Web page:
Velvet Buzzsaw – Movie Review

Despite a great cast Velvet Buzzsaw lacks the cohesion or thrills to be a true work of art.

Velvet Buzzsaw is the latest film from director/writer Dan Gilroy, whose last film was 2017’s Roman J. Israel, Esq. He’s joined here by the lead actors from his 2014 psychological thriller, Nightcrawler, Jake Gyllenhaal and Rene Russo. Buzzsaw takes a dark look at the fine art industry, just as Nightcrawler did with broadcast news. The result is just under two hours of witty satire, impeccable performances, and a pretty lackluster ghost story.

Without spoiling anything in the story, the film centers around the fine art scene and all of it’s dark melodrama. The film begins by introducing us to art critic Mort Vanderwalt, his agent Josephina, and art gallery owner Rhodora Haze. Not too long after the introduction, Josephina finds a man named Vetril Dease dead in her apartment building. Not too long after his death she wanders into his home, which is full of impressive artwork. Josephina brings these paintings to Mort who is blown away by their intense visionary qualities. Soon the paintings catch the attention of everyone in their art circle and they all want a piece of Dease. This is where things start to get scary – well, at least where they’re supposed to.

Photograph: Netflix

Velvet Buzzsaw has a fun first twenty minutes or so, poking fun at the fine art scene with wicked glee. The film is a successful showcase of unintentionally hilarious that pretentious people can be – particularly artistic people or critics. The film has a (rather creepy) art piece called the “Hoboman” robot. Someone describes this piece as so timely and impactful that you can “feel the winds of the apocalypse”. To my delight Gilroy has written these characters snobbish to the point of hilarity. It’s a treat watching the cast discuss the world of art in endless hyperbole and outrageous quips. The fun doesn’t last forever though as the film slows down immensely after about thirty minutes.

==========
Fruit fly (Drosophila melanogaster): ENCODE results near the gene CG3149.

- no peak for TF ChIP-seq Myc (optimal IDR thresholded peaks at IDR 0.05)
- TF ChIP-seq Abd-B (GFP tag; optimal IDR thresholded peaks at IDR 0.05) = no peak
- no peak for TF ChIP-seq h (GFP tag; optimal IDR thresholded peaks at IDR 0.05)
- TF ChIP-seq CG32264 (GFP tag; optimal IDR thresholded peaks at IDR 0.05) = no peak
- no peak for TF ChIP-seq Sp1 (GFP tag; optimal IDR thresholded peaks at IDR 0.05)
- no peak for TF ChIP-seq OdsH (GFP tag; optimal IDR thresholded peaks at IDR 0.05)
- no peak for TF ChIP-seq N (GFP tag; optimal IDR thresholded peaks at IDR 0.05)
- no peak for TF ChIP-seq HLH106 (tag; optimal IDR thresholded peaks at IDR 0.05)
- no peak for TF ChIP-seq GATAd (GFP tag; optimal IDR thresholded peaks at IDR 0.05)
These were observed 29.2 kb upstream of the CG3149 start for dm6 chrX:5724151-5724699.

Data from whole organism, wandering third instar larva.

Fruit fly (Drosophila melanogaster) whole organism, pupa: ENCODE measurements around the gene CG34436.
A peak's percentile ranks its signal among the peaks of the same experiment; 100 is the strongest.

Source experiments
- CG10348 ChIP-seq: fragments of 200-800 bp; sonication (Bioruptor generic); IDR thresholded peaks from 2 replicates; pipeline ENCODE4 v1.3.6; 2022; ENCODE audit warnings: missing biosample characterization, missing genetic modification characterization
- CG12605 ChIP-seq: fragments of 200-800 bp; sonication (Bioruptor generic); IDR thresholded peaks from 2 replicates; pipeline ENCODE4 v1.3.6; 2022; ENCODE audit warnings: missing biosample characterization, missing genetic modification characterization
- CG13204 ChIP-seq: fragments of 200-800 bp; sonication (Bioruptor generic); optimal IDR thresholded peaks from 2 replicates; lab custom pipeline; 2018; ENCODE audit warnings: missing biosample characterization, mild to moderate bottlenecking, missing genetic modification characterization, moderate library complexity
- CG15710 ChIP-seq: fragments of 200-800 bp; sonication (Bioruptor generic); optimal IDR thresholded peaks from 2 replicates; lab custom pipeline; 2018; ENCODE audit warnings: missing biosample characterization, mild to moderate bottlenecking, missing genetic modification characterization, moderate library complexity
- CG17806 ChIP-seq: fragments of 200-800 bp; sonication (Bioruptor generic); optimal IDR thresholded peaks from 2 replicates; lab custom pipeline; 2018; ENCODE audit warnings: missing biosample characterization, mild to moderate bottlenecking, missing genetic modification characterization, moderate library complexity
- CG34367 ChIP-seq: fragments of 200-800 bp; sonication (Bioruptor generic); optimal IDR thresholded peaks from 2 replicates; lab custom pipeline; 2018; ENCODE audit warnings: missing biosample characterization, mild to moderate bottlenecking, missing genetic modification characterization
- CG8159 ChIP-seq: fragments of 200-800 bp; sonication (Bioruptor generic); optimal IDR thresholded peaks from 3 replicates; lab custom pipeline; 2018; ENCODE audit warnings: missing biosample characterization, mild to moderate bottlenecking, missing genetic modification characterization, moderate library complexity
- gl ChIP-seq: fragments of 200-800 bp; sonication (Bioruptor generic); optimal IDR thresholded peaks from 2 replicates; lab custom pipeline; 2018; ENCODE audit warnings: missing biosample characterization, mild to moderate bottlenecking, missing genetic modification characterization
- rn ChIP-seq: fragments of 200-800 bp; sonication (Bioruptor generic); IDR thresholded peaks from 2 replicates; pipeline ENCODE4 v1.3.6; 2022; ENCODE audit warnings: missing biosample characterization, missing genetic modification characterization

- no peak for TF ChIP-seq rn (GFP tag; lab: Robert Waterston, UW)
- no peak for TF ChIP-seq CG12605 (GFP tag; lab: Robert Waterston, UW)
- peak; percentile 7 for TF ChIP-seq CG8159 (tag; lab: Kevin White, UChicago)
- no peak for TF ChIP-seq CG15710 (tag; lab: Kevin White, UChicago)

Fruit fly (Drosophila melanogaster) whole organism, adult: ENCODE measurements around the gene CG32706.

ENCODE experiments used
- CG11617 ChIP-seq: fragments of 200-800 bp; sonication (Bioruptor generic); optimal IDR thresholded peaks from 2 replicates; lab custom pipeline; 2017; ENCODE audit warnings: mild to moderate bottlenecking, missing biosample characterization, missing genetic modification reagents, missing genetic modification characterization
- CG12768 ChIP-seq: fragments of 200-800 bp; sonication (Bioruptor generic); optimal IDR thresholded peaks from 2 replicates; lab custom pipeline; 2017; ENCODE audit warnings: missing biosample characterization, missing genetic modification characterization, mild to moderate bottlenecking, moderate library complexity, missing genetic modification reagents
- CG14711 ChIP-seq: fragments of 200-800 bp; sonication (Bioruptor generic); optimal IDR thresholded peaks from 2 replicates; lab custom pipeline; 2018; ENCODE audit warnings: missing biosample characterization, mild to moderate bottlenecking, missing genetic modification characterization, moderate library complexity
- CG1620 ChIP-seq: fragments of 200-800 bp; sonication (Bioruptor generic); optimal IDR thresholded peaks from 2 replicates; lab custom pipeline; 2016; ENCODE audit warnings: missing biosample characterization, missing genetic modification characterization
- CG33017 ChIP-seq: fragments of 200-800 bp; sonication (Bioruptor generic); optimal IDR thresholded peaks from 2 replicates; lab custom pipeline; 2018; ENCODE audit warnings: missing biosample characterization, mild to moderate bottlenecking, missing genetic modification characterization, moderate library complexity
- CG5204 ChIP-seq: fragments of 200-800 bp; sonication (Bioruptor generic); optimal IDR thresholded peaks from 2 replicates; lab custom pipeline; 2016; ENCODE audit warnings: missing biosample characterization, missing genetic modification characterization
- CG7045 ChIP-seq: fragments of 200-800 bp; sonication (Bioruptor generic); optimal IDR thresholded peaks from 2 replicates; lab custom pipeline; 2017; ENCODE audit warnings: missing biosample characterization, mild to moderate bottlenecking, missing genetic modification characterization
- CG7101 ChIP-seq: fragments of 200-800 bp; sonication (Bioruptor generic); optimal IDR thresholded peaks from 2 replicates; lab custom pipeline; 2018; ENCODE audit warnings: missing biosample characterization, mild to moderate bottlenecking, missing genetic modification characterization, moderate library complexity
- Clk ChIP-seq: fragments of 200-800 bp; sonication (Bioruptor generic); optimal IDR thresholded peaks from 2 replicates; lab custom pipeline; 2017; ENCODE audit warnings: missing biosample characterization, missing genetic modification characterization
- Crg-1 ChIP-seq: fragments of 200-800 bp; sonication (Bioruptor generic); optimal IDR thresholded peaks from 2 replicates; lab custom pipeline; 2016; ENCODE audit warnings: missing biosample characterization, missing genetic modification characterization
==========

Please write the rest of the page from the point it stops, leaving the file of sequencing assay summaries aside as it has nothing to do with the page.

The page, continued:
When Josephina finds the paintings of Dease, the film takes a hard turn for the worse. A once sharp dark comedy turns into a generic, messy horror film over a plodding middle chapter of the story. People start dying off one-by-one without much tension or creativity involved – it just sort of happens. Even the fact that there are haunted paintings killing people can’t make this more entertaining. Predictability plagues Velvet Buzzsaw – every death or “twist” is easily foreseeable as the film slowly drifts into D-movie territory. 

The film feels a lot longer than it’s just under two-hour runtime. The last thirty minutes or so pummels you with a ton of mindless horror to wrap up the film. The third act feels both overstuffed and hollow, a lot happens but nothing here works in an effective way. Gilroy stretched the second act to it’s limit and rushed the third act to make up for it.

Photograph: Netflix

While the directing and writing fall almost completely flat, the cast showed up to play hard ball. Jake Gyllenhaal is sensational here – taking his acting chops to the next level as the over-the-top Mort. He showcases a wildly unhinged electricity here, matched by few other actors. A pure force of nature, Gyllenhaal is the only real reason to check out this movie. Rene Russo is deliciously cold in this movie, her Rhodora is dark with no qualms about being ruthless in business. A massively underused Toni Colette brings a fun edge to the screen when she’s on it. . Zawe Ashton tries her best to breathe some life into the character but she’s written to be largely dull compared to everyone else in the film.

Velvet Buzzsaw makes sense for Netflix to have picked up, it’s a perfect match for the streaming service. Netflix has a reputation for having few high quality projects and then dumping several mediocre offerings to expand their catalogue. It has enough intrigue and star power to draw you in but ultimately fails to keep you interested. Buzzsaw has a few strong elements but overall struggles due to its lack of cohesion or depth. It’s not the worst thing you’ll ever see if you decide to watch, but it’s certainly no work of art.

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